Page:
The Daily Ablution
The Devil's Advocate
The Devil's Kitchen
The Dissident Frogman
The Distributed Republic
The Early Days of a Better Nation
The Examined Life
The Filter^
The Fly Bottle
The Freeway to Serfdom
The Future of Music
The Futurist
The Happiness Project
The Jarndyce Blog
The London Fog
The Long Tail
The Lumber Room
The Online Photographer
The Only Winning Move
The Policeman's Blog
The Road to Surfdom
The Sharpener
The Speculist
The Surfer
The Wedding Photography Blog
The Welfare State We're In
things magazine
TigerHawk
Tim Blair
Tim Harford
Tim Worstall
tomgpalmer.com
tompeters!
Transterrestrial Musings
UK Commentators - Laban Tall's Blog
UK Libertarian Party
Unqualified Offerings
Violins and Starships
Virginia Postrel
Vodkapundit
WebUrbanist
we make money not art
What Do I Know?
What's Up With That?
Where the grass is greener
White Sun of the Desert
Why Evolution Is True
Your Freedom and Ours


Websites


Mainstream Media

BBC
Guardian
Economist
Independent
MSNBC
Telegraph
The Sun
This is London
Times


Syndicate

RSS 1.0
RSS 2.0
Atom
Feedburner
Podcasts


Categories

Advertising
Africa
Anglosphere
Architecture
Art
Asia
Atheism
Australasia
Billion Monkeys
Bits from books
Bloggers and blogging
Books
Brian Micklethwait podcasts
Brians
Bridges
Business
Career counselling
Cartoons
Cats and kittens
China
Civil liberties
Classical music
Comedy
Comments
Computer graphics
Cranes
Crime
Current events
Democracy
Design
Digital photographers
Drones
Economics
Education
Emmanuel Todd
Environment
Europe
Expression Engine
Family
Food and drink
France
Friends
Getting old
Globalisation
Healthcare
History
How the mind works
India
Intellectual property
Japan
Kevin Dowd
Language
Latin America
Law
Libertarianism
Links
Literature
London
Media and journalism
Middle East and Islam
Movies
Music
My blog ruins
My photographs
Open Source
Opera
Painting
Photography
Podcasting
Poetry
Politics
Pop music
Propaganda
Quote unquote
Radio
Religion
Roof clutter
Russia
Scaffolding
Science
Science fiction
Sculpture
Signs and notices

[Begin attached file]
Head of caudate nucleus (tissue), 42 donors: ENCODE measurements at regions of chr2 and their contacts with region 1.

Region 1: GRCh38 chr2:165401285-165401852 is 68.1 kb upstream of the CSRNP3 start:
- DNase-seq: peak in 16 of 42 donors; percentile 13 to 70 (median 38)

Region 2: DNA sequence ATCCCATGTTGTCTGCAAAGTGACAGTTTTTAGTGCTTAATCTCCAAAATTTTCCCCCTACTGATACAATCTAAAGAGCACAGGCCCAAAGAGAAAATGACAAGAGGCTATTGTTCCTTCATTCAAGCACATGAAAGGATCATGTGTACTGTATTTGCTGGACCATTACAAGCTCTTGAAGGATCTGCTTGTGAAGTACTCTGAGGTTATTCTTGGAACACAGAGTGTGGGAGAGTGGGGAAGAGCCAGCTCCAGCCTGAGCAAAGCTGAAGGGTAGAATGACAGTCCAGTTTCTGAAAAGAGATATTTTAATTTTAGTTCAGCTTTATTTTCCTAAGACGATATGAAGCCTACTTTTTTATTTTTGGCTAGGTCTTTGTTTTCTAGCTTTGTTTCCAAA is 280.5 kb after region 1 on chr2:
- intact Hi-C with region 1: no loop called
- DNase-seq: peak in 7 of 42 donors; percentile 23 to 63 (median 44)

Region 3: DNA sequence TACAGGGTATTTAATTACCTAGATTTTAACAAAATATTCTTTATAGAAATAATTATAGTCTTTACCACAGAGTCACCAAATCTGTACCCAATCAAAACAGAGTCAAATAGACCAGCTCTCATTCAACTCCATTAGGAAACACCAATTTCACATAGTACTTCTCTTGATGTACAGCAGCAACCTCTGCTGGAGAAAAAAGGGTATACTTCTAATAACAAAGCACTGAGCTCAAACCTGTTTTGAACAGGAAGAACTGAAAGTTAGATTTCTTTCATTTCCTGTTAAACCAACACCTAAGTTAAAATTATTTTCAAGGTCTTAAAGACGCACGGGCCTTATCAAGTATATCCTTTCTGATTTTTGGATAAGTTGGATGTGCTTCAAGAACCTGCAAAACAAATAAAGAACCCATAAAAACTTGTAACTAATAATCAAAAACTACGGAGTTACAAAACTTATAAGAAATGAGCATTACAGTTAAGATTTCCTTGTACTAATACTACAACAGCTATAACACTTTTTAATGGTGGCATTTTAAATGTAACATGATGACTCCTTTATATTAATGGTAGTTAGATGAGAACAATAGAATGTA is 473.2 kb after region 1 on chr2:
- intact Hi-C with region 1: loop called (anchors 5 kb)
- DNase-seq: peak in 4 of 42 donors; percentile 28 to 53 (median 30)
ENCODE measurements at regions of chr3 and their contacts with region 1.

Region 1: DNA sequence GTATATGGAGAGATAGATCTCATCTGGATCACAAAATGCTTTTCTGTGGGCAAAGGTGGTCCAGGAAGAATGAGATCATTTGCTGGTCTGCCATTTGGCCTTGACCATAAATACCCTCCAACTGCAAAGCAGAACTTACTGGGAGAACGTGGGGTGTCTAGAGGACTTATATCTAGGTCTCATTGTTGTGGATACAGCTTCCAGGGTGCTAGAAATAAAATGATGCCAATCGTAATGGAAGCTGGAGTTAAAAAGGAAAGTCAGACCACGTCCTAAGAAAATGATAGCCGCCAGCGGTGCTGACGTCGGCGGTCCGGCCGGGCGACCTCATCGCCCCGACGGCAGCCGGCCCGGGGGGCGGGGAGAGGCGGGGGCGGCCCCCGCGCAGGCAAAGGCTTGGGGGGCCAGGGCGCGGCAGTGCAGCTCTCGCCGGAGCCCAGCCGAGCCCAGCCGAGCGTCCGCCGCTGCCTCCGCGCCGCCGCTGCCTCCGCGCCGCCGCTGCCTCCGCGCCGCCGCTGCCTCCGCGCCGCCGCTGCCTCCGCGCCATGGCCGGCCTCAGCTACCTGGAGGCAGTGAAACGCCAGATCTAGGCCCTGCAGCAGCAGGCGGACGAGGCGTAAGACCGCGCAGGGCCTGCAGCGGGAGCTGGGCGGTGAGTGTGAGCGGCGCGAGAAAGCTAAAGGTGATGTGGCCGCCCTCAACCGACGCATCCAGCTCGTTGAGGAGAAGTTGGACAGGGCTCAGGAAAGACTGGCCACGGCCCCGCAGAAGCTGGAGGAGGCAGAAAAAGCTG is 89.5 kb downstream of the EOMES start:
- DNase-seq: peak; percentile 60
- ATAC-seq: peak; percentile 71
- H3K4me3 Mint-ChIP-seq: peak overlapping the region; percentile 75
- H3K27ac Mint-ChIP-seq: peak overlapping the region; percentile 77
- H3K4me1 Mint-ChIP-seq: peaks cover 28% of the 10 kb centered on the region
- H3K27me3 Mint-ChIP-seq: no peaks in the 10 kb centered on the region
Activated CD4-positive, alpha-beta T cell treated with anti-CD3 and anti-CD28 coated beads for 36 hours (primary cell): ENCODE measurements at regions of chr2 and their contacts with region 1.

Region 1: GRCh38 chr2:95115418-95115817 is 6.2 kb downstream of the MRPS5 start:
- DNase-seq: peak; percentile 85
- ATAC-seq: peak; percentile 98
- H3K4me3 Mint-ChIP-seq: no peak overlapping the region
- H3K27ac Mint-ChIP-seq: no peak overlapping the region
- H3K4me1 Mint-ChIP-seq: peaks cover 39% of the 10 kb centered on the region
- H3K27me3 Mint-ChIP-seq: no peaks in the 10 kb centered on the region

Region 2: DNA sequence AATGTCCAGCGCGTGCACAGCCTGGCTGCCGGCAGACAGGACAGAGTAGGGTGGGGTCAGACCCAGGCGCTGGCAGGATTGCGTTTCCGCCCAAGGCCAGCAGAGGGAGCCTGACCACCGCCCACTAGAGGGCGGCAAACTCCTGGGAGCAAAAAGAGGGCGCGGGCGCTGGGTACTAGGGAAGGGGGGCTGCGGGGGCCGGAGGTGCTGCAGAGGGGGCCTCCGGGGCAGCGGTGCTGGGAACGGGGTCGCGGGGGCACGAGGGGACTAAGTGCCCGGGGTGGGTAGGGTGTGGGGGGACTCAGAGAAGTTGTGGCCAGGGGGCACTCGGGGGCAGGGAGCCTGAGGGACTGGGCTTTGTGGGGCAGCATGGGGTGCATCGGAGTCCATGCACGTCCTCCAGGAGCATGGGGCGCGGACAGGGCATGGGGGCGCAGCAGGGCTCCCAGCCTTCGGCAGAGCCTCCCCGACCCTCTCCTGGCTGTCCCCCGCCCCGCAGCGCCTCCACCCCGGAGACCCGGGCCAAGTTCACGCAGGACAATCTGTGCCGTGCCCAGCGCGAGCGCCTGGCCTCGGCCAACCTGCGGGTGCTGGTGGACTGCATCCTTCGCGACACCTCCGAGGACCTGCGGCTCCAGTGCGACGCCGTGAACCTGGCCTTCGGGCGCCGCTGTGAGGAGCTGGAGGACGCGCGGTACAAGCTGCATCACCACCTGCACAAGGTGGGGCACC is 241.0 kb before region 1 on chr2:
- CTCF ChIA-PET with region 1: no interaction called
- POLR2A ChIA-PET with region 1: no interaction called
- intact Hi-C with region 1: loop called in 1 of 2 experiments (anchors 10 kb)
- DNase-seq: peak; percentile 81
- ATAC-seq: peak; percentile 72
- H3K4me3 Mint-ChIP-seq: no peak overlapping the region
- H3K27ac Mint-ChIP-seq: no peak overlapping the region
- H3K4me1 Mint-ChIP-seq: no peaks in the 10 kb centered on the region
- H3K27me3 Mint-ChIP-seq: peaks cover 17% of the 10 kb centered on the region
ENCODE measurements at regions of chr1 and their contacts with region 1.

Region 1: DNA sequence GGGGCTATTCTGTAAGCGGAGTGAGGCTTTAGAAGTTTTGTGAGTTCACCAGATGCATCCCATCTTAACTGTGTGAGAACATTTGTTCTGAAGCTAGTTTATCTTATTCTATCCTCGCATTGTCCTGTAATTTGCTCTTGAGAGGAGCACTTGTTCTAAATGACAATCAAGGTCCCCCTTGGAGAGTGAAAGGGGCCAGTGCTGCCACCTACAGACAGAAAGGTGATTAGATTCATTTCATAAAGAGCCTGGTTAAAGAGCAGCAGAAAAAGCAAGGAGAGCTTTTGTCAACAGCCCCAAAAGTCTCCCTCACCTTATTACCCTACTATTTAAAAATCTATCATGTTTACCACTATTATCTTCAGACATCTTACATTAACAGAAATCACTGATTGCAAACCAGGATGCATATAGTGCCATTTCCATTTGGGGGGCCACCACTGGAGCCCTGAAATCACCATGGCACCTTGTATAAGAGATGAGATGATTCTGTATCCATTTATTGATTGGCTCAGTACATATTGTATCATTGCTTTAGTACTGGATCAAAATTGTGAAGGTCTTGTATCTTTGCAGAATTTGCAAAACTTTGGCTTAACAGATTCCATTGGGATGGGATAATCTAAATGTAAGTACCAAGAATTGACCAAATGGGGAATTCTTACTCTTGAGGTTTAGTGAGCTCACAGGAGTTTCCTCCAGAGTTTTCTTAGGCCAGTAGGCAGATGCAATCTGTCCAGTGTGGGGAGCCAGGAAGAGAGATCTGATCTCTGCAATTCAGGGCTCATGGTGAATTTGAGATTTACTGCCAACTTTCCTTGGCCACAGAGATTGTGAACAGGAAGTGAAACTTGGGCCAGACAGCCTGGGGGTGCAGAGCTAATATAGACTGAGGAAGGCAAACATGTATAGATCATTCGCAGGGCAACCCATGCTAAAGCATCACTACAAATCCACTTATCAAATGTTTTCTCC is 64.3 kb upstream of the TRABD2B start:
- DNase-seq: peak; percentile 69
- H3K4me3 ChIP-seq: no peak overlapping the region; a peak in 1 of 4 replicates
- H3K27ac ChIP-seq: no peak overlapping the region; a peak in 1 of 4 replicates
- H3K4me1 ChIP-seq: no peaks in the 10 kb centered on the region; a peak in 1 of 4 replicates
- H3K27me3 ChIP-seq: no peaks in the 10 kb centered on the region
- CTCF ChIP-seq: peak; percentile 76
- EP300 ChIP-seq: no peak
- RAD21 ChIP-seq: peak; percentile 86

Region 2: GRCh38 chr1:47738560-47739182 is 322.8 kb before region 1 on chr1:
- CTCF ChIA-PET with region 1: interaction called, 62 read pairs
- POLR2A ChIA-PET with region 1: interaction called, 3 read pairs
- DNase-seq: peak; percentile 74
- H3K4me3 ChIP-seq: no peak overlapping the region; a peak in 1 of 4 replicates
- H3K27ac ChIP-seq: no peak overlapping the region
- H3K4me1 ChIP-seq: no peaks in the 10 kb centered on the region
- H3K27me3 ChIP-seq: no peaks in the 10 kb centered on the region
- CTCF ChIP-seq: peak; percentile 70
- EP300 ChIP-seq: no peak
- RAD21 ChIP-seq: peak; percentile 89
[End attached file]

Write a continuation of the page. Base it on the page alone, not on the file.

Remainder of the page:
Social Media
Society
Software
South America
Space
Sport
Technology
Television
The internet
The Micklethwait Clock
Theatre
This and that
This blog
Transport
Travel
USA
Video
War


Friday February 05 2016

The other day (like there has been been just the one (which is idiotic)), I was in …:

image

… to have brunch with GD2 and her sister in their newly acquired home.

While there I took some photos, including this still life, of pots and pans and utensils, which looks rather nice, like an oil painting:

image

Staying tasteful and artistic, and seeing as how this is Friday, here is something else I snapped there:

image

Yes, it’s a cat cushion!  It was, though, probably there when they moved in.

Since a major percentage of the point of Art is to stay a couple of steps ahead of and to thereby piss off the dumbo bourgeoisie, the latest batch of Artists would probably now reckon the cat cushion to be more Artistic than the still life.

As for the bloke who painted that Kentish Town sign, he probably now works for an advertising agency.

Thursday February 04 2016

The following picture explains (a) why all my cameras must have a zoom lens permanently available, as powerful as is within the bounds of sanity, and (b) why this zoom lens must be instantly usable.  In other words why I will not tolerate faffing about with hand-attached lenses.  Which means that all my cameras have had to be “bridge” cameras rather than DSLRs.  I need wide-angle one moment, and then the next moment, by which I often mean the next second, I may need zoom and tons of it.

Here is the picture, which Antoine Clarke took, Twittered, and then phoned me about because he reckoned I would like it:

image

And I do like it.  A lot.  A lorry, with a panoramic photo-view of London on the side?  What, as people now like to say, ‘s not to like?

But Antoine’s attached Twitter verbiage reads as follows: